My Journey to Seizure Control

Seizure control is something that took awhile for me to achieve. Almost 6 years to be exact. I knew identifying my triggers were important. I knew taking my medication was important as well. What I didn’t realize was that it would take so much more than that. My doctor (who I love), never really talked to me about other outside factors that could possibly still cause breakthrough seizures. Let me tell you how I went from 15+ seizures a month to 1 to 0.

In 2013, I was diagnosed for the second time with epilepsy. This time the diagnosis of Temporal Lobe Epilepsy, also known as TLE. Temporal lobe seizures begin in the temporal lobes of your brain, which process emotions and are important for short-term memory (https://www.mayoclinic.org). I had no clue how this would affect my life as I knew it. I didn’t know it would come with horrible side effects from medication. I often felt as if it was more worth it to have the seizure than to deal with the drama of medication trials and errors. My doctor gave me no grace after my first visit. I thought I would have some time to get over the shock of my seizures returning after they were dormant for over 17 years. But nope, I was immediately placed on Keppra, a well known seizure medication. He then hit me with “I’m removing all driving privileges.” Yes! I was 27 years old being told I can no longer drive. My license was taken. My indenpence as I knew it was gone. It took about a week for me to notice the changes in my body though. For someone who can’t sleep past 7am, I was sleeping until noon. I had plenty of rage fits, unable to handle my emotions. Then the big one, I started to loose my hair. If having seizures weren’t enough to deal with. I was literally losing myself in the process.

Even though I was on 1000mg of Keppra, I was still having seizures. Not as frequent or intense as before but still seizures. My doctor decided to increase my meds to 2000mg. Later on, a second was added. Topamax. At this point I was taking 2300mgs of seizure medications A DAY! To combat the increased side effects, I needed to do some research. I added vitamins to my daily cocktail of meds. Vitamins C and D and Biotin. All which helped me on my journey back to a “normal” life with epilepsy.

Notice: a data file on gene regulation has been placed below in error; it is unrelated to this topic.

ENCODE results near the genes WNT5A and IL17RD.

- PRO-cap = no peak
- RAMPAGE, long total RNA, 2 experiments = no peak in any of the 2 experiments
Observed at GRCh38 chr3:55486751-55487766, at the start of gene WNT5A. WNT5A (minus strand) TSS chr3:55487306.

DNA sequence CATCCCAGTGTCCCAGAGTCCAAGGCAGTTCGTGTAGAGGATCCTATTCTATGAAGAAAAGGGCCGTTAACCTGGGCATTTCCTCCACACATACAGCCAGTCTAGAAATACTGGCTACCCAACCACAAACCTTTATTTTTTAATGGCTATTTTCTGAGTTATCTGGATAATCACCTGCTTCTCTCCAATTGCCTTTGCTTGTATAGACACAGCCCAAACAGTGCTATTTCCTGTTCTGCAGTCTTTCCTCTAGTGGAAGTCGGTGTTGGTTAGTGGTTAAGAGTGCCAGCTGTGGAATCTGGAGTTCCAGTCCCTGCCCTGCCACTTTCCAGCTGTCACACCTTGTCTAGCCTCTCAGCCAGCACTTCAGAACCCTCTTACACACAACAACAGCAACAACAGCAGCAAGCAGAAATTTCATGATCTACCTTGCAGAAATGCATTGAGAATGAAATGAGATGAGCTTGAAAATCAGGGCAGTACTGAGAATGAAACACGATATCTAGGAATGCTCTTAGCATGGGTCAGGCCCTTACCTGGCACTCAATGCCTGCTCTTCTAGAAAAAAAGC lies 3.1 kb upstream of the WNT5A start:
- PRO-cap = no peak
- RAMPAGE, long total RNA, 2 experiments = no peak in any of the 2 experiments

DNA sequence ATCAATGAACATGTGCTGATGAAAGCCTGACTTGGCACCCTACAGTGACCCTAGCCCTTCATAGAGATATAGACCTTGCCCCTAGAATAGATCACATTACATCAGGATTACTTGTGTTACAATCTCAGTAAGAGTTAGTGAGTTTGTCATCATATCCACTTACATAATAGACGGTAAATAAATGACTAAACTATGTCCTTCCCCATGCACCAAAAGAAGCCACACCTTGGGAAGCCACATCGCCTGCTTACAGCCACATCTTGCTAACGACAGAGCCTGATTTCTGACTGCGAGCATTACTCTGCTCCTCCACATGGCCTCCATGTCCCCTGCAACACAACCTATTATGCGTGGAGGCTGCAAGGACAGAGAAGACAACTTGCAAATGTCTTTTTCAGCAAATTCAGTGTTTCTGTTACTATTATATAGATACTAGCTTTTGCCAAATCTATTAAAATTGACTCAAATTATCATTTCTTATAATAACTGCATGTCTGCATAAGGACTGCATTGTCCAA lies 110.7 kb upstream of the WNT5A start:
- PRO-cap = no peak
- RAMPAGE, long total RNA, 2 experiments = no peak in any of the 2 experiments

It was time for me to change my focus. After each seizure I kept a log of what was happening prior to the seizure. These logs helped me to identify my seizure triggers. My triggers include lack of sleep, too much sleep, changes in the weather such as quick pressure drops, certain foods like fresh apples and aspartame, stress, my hormones and of course heat. Living in Texas, that heat trigger is super hard to escape but I manage. Once I identified my triggers, I took immediate action. Working with my doctor and providing my seizure diary, we were able to take steps to get me to a better place. At this point I was down to 5 seizures a month.

5 seizures a month, okay progress. But I was sure I could do more. The seizures that were triggered by my hormones were difficult to tackle. As a woman, during our menstrual cycles, our body is trying to do a million and one things at once. It’s like clockwork, seizure when it starts, seizure when it is. Birth control didn’t help to regulate, hormone replacement didn’t work. Nothing seemed to help. After tons of research and taking it to my neurologist and primary doctor, we decided to do the Ketogenic Diet. Yep, I did keto for about 6 months. With that came weight loss which also helped. The ketogenic diet has helped people with epilepsy wayyyy before it was mainstream. Incorporating the diet and transitioning to natural products to remove the aluminum that my body was absorbing has helped tremendously. I now use natural toothpaste, deodorant, soap and lotions.

Now as I write this today, I have about 1 seizure a month and sometimes zero. My doctor has reduced my medication to 300mg and I’m completely off of Keppra. I went from seeing my neurologist every three months, to every 6 months and now once a year or if anything changes and breakthroughs become more frequent. I know everyone’s story is different and things that worked for me, may not work for the next person. It’s so important that you keep a journal, take note of whats happening to your body and relay that back to your doctor. Never forget that self-care is the best care. It will be up to you. The meds can’t do it all, the doctors can’t do it all. You have to cultivate the freedom you desire.

With Love,

Whit

Cf.epilepsy@gmail.com

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